Loan conditions on financial aid to rebuild Iraq won't be in the legislative package Congress is working to complete, the White House predicted Wednesday.

"I don't think that that provision will be in the final language," White House spokesman Scott McClellan told reporters as President Bush flew from Singapore to Bali on one of the last legs of his Asian trip. "It's very clear that it sends the wrong message."

House members on Capitol Hill put a twist Tuesday on a decision to send negotiators to conference with Senate members about differing packages on Bush's $87 billion request for military and reconstruction aid to Iraq (search) and Afghanistan (search).

The 277-139 vote instructed House conferees to "go along with" a Senate provision making $10 billion of $18.6 billion in aid a loan that would have to be repaid by the Iraqi people unless foreign creditors forgave 90 percent of Iraq's debt to them. The measure also asks for them to negotiate for improved medical benefits for veterans and military reservists.

The language, however, is non-binding, meaning the members of the House negotiating team do not have to heed the instruction, and could come back with a bill that strikes the loan provision from the final version needing approval by both chambers. 

Adding to the pressure on the issue is a letter from White House Budget Director Josh Bolten (search) to the chairman of the House Appropriations Committee, in which he wrote President Bush wants all or nothing.

"The administration strongly opposes the Senate provision that would convert a portion of this assistance to a loan mechanism. If this provision is not removed, the president's senior advisers would recommend that he veto the bill," Bolten wrote.

On Wednesday, McClellan said the loan provision makes it harder for Iraq to get on its feet.

GOP leaders in both chambers have said they will drop the loan provision from the final bill, and Bush's veto threat will make it easier to convince members to support a bill without language on loans.

"I've made it very, very clear I have no intention" of including a loan in the final bill, said Rep. Bill Young (search), R-Fla., chairman of the House Appropriations Committee and chief author of the House bill.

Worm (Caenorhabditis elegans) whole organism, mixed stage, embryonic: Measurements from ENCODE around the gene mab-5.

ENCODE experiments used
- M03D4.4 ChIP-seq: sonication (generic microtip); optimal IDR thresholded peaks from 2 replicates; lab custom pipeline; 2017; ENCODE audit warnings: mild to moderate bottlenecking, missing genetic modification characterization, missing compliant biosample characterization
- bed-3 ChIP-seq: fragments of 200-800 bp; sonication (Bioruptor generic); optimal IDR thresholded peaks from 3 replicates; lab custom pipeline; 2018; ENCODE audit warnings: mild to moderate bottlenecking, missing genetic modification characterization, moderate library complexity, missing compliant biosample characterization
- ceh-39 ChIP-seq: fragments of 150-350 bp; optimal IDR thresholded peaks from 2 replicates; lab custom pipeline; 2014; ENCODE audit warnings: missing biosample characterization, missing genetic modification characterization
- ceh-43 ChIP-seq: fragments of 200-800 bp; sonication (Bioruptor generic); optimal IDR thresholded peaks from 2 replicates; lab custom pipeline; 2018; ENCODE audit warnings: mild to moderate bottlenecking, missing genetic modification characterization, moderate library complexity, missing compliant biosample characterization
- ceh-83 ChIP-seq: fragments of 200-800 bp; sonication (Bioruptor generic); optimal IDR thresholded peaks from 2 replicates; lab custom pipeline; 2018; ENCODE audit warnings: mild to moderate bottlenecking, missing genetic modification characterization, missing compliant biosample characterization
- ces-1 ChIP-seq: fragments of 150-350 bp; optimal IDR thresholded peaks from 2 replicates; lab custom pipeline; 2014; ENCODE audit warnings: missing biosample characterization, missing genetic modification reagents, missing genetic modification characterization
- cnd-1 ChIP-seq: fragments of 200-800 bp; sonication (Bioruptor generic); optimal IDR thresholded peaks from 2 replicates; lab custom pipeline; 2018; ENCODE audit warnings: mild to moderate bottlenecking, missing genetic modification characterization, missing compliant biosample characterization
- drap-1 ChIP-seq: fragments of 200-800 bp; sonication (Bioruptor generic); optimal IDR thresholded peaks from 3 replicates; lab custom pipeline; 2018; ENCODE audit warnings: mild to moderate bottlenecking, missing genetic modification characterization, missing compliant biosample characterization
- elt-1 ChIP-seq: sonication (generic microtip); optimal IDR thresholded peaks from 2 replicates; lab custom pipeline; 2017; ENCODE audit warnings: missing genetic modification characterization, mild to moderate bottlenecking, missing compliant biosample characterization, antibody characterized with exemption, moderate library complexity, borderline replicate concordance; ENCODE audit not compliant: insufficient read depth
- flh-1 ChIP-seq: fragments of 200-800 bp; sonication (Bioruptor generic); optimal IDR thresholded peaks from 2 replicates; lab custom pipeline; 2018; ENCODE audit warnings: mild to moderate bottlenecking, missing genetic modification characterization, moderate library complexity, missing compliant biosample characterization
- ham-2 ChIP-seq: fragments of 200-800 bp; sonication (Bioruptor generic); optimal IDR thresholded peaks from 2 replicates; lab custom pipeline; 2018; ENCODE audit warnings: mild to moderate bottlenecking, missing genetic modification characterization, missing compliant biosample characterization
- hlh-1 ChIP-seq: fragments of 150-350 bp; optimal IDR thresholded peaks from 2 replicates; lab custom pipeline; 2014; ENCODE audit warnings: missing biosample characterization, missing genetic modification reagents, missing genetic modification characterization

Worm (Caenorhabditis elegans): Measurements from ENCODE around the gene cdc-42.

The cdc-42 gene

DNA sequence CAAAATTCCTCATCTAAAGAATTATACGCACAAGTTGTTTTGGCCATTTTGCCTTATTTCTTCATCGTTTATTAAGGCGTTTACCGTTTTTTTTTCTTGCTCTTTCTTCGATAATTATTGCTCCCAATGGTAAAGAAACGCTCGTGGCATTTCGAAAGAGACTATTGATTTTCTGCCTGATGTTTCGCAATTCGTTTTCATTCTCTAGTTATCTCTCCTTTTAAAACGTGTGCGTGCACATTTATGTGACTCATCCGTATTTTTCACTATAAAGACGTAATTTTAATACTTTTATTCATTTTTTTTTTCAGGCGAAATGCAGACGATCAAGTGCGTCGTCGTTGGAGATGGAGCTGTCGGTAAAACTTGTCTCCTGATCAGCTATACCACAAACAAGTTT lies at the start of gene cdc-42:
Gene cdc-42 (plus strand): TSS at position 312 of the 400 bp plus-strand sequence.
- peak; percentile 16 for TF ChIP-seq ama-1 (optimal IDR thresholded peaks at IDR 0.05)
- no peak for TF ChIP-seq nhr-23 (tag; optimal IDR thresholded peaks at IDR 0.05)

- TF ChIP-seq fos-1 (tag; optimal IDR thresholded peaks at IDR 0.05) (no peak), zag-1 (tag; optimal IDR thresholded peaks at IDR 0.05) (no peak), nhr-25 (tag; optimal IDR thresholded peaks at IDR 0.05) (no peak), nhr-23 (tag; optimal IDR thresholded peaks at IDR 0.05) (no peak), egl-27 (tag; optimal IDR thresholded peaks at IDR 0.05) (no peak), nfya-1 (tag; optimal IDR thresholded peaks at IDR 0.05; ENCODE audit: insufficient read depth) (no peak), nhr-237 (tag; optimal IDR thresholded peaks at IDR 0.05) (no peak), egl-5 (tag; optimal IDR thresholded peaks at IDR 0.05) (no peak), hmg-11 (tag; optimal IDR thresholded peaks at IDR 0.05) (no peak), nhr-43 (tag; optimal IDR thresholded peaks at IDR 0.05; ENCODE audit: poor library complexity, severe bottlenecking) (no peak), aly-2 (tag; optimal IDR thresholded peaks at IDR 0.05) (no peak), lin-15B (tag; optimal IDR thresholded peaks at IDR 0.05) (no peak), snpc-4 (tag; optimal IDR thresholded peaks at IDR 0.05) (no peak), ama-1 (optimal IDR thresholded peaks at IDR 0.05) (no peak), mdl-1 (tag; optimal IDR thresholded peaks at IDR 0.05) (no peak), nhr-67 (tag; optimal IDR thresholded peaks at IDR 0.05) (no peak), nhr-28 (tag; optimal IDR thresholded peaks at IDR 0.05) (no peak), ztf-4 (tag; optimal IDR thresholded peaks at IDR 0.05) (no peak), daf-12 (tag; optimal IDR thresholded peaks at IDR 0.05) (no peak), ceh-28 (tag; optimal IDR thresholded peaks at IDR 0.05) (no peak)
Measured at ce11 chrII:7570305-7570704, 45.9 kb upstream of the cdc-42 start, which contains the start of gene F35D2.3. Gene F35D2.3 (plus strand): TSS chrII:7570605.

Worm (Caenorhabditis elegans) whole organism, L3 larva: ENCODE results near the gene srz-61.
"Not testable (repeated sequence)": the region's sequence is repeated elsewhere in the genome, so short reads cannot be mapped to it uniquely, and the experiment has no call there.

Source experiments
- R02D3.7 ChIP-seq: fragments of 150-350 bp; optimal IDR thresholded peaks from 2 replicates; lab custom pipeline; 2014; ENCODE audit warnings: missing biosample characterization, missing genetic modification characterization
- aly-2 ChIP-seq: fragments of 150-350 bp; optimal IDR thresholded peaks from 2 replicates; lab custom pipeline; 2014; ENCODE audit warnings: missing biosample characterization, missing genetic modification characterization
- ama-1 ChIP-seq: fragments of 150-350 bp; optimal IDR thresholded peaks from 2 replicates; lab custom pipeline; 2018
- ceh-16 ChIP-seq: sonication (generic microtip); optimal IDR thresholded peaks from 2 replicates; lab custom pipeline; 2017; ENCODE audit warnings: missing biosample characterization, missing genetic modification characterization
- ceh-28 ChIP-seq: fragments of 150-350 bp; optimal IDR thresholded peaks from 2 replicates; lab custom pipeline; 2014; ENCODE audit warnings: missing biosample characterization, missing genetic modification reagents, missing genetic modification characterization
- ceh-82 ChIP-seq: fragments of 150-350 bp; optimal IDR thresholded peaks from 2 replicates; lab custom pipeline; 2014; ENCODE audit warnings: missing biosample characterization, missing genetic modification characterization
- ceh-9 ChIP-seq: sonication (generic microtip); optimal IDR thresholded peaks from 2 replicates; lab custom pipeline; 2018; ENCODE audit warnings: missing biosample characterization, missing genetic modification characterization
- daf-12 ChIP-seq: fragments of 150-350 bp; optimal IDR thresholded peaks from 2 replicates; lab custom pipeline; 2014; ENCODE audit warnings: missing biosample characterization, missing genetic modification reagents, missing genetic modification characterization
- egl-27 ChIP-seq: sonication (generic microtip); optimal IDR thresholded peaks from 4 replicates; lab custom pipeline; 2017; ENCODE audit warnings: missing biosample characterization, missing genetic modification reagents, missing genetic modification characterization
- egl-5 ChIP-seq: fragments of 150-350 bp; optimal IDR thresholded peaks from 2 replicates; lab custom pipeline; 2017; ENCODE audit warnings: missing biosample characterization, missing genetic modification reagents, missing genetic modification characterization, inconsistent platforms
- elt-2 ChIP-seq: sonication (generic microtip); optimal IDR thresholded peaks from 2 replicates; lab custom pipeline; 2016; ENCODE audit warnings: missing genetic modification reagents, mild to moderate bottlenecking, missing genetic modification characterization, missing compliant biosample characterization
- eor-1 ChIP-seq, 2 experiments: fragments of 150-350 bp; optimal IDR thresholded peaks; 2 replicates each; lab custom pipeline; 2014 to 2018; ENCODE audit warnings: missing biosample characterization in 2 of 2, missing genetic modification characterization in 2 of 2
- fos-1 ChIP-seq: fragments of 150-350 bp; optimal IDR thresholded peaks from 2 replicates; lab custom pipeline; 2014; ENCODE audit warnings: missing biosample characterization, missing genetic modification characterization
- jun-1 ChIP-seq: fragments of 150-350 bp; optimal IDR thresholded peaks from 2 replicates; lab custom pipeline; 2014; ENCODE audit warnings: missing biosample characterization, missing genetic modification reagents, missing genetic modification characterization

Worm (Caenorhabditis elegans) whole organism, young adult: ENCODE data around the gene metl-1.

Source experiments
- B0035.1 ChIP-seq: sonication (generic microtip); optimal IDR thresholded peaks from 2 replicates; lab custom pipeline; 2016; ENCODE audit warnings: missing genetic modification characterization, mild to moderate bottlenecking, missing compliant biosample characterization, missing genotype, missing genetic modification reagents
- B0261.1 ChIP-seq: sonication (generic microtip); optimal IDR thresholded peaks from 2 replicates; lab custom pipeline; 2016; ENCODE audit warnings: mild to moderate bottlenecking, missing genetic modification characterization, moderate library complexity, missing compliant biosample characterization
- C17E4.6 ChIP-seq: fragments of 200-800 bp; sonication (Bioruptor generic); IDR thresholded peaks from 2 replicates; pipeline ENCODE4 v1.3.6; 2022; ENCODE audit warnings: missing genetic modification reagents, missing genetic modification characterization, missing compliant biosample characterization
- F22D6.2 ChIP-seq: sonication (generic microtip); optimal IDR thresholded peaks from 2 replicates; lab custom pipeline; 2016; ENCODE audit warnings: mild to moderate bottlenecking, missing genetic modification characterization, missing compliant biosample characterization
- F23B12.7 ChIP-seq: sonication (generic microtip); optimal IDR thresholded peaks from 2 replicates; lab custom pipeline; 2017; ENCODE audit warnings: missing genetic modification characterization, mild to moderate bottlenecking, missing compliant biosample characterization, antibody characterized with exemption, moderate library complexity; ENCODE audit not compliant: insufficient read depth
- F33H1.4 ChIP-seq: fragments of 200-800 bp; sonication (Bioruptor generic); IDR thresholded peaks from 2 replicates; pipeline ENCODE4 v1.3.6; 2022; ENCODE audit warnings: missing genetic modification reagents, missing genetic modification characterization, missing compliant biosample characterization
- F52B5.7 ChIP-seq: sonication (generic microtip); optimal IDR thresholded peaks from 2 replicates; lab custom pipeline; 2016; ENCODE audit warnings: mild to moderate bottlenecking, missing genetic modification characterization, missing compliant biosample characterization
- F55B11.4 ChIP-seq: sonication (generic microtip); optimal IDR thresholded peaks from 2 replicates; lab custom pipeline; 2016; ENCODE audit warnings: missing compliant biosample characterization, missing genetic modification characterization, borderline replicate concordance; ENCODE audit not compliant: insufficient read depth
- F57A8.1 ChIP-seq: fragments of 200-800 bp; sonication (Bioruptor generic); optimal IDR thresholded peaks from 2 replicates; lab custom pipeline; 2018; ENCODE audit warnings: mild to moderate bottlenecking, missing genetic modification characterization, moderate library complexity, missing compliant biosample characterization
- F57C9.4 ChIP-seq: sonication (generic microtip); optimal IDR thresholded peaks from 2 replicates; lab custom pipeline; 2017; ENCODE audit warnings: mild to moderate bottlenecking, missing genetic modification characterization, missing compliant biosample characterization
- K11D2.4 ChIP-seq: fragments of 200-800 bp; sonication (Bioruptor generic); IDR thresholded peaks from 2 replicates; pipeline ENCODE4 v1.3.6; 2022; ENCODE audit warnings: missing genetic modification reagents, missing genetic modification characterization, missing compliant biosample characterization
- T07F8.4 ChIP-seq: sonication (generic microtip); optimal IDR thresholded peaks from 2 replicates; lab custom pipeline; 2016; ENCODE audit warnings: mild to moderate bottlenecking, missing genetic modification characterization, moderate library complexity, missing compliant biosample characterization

Senate Majority Leader Bill Frist, R-Tenn., would not speculate about the brewing battle over whether to turn the money into a grant or loan.

"I believe the president will continue to make the case that the best thing for the Iraqi people is that this be in grants, not loans. We'll probably know by the end of next week what that outcome will be," Frist said.

In the House vote tally on Tuesday, 84 Republicans, 192 Democrats and an independent supported the instructions for the negotiators. Two Democrats and 137 Republicans voted no.

Young said that he encouraged GOP members to vote as they wanted because they are under a lot of pressure to improve benefits for U.S. troops and veterans.

"I made it very clear members should vote as they felt," Young said.

Democrats, however, saw the vote as vindication to their claims that the federal deficit is already too high and the administration has not paid enough attention to domestic issues.

"Let's be frank about it. The reason it got a lot of votes was it was simply too hot for the Republican leadership to handle," said Rep. David Obey (search) of Wisconsin, top Democrat on the House Appropriations panel, who added that lawmakers resented Bush's strident tone in a meeting last week with senators in which he said he would not negotiate over Iraqi loans.

Iraq's future economic viability hinges on the health of its oil sector. In the northern city of Beiji (search) on Tuesday, three oil pipelines fell victim to sabotage, according to Iraqi police. Huge fires raged most of the day.

Defense officials would not speculate about how much of a setback the sabotage was. By all accounts, Iraqi oil production is up significantly in recent weeks. All of Iraq's domestic oil consumption needs are being met, and the focus is now on exporting oil and generating revenue.

Toward that end, the Bush administration is looking to generate billions of dollars for Iraqi reconstruction at an international donors' conference in Madrid, Spain, later this week.

Defense Secretary Donald H. Rumsfeld said Tuesday that he doesn't have expectations, but he is hopeful.

"I have hope that people will recognize how important what is happening in that country is; how difficult it is ... and that they'll recognize, particularly the countries in the region, that the opportunity to significantly improve that region of the world is an enormous one. And these opportunities don't come along every day," he said.

Fox News' Bret Baier and The Associated Press contributed to this report.